What happened to the Byrd? Perhaps as a result of of the introduction of instruments on the show, the contestants have become increasingly bland and unpolished each recent season. After all, with a guitar to drive sixty-year old women wild with desire, these white pasty boys don't need much coaching in terms of actual stage presence and other boring stuff, right? Or perhaps, after the departure of Debra Byrd, the "mentors" have become either celebrity guests more preoccupied with flogging their new CDs or egomaniacs like Jimmy Iovine who is more about his own awesomeness than anything else? Or maybe it's because potentially interesting contestants are shying away from Idol - who, after all, wants to be on a show that is increasingly watched only by 60-year old grandmothers that won't remember them once the season is over? Even if it's not fame these contestants are after, they have a choice: preen under the "tutelage" of Adam Levine - and maybe even perform with him - or be nagged to death by Harry Connick, Jr. Guess which one most people would go for. The result for Idol is an endless parade of boring, nervous, charisma-free, and atonal wannabes.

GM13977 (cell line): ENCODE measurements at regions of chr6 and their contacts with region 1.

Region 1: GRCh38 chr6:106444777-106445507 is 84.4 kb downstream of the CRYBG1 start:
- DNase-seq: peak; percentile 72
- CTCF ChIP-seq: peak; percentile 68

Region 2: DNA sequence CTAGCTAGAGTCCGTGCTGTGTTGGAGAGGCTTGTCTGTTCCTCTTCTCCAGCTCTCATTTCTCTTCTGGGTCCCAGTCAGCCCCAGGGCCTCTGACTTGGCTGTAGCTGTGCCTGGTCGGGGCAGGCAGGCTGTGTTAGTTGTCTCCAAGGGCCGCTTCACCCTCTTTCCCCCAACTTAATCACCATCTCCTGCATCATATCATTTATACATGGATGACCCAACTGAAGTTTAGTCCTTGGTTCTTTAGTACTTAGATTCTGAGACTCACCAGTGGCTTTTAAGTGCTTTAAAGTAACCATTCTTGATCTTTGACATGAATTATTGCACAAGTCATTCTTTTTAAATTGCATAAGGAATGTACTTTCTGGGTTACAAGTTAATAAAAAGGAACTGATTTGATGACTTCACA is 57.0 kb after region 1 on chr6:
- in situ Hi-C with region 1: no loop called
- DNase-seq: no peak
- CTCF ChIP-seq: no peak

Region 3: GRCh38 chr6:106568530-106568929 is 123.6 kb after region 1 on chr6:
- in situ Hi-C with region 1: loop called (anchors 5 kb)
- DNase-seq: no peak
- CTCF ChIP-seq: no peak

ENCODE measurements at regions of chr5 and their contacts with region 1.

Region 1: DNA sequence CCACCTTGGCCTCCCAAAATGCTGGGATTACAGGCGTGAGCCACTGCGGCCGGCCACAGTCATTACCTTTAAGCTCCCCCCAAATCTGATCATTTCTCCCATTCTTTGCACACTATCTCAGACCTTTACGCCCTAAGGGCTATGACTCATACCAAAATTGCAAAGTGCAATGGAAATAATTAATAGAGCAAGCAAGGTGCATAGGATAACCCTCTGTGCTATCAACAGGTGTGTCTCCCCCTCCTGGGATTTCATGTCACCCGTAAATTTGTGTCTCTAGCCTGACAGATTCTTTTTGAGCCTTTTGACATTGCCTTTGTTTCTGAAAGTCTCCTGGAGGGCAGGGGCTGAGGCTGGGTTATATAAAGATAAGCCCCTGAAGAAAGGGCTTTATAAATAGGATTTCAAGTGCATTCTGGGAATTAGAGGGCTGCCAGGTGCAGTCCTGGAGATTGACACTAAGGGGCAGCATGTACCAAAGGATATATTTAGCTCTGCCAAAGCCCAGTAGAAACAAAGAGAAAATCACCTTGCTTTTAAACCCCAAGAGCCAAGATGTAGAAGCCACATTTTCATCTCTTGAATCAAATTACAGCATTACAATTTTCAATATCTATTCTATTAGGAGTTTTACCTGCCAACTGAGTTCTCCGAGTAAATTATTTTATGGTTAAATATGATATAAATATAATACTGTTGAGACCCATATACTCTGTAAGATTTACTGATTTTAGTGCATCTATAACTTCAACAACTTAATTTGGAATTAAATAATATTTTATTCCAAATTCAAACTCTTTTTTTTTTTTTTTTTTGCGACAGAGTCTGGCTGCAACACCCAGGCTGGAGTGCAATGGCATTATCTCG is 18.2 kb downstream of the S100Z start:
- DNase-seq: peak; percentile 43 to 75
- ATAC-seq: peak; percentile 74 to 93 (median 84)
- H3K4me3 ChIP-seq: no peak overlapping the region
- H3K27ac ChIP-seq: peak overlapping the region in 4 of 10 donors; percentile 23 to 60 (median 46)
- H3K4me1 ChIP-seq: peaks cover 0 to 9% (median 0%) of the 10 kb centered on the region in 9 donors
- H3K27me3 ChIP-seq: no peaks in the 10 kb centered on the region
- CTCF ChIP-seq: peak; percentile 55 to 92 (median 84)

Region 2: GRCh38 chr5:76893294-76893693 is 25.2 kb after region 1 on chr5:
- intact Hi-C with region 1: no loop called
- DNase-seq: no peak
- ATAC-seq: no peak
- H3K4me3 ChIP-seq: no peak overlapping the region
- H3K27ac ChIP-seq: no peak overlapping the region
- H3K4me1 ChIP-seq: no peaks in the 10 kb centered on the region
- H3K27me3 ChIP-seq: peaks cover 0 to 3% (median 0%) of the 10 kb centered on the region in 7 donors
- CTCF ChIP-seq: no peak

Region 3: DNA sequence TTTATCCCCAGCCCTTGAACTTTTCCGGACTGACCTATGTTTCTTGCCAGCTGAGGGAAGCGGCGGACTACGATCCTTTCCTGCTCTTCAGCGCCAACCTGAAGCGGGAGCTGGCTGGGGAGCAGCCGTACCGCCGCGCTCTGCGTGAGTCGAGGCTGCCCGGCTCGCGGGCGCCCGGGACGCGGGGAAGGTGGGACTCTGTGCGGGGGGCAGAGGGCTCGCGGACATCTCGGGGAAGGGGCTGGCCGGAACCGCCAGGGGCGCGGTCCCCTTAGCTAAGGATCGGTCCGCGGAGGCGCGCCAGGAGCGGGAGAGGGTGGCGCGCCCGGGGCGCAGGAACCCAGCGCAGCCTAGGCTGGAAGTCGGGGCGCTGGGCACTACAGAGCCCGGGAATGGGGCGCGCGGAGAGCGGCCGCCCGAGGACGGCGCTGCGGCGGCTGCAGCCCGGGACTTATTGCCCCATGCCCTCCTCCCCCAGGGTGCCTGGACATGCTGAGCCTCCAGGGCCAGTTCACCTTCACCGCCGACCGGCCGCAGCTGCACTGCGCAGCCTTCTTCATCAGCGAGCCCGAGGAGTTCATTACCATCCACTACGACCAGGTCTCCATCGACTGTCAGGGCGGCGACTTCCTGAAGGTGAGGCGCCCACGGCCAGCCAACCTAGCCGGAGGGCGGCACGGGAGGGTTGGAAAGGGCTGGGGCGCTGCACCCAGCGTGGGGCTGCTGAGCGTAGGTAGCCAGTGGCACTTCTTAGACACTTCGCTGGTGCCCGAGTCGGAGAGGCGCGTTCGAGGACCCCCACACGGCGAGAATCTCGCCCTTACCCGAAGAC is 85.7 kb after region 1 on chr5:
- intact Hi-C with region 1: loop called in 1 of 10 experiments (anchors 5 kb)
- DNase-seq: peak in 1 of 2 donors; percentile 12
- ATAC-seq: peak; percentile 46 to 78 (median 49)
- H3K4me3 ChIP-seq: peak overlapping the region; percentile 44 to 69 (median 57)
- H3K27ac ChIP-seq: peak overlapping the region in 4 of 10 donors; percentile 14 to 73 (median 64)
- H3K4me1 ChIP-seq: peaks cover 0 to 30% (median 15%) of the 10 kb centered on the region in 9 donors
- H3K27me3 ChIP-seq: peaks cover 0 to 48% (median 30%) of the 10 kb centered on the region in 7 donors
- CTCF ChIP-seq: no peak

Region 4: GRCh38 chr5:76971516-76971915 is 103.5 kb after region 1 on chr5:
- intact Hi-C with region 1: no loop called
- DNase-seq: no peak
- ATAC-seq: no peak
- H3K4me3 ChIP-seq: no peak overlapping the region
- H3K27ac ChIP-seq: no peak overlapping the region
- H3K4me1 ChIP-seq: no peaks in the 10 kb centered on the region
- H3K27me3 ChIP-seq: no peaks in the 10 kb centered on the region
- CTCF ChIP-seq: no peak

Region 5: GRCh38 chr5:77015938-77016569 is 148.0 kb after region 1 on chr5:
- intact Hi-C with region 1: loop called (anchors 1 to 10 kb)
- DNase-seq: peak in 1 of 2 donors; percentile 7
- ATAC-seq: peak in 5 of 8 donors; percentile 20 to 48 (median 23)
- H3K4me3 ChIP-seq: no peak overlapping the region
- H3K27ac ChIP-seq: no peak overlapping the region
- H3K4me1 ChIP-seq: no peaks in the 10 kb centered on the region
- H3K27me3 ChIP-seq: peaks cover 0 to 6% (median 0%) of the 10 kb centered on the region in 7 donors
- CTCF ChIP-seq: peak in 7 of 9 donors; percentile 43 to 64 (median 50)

Lack of focus. Simon Cowell, love or hate him, provides a focus for the seasons he was on. He was dangerously becoming stale by the time he quit the show after shoving Lee DeWyze down everyone's throat as his sadistic farewell gift, and he is a caricature today after the hilarious flopping and cancellation of The X-Factor in the USA. But he was an anchor on the show, and his presence helps carry a season even when the finalists are not very interesting. The show today doesn't have that kind of person. They tried with Randy Jackson, with predictable results. Steve Tyler could barely remember his name on the show, he just wanted to be there to annoy his bandmates, score some groupies, and get some easy money. Keith Urban is a non-entity. Mariah Carey and Nicki Minaj were too busy hating the hell out of one another. J-Lo doesn't even pretend that she's on the show only to re-launch her career. I guess this leaves Harry Connick, Jr to carry this season on his shoulders, but he's more like that annoying boss that criticizes everything you do than anything else. Maybe it's the lack of a British accent. At any rate, the season didn't have a successful focus since Lee DeWyze took a big dump on the finale stage, and suffered. Harry could have been sheer genius in delivering witty remarks, but he couldn't stop the ratings hemorrhage this late in the process. Maybe they should have just canned J-Lo and use the money budgeted for her upkeep to pull a Pit Crew and have the contestants on stage being surrounded by hot near-naked dancers.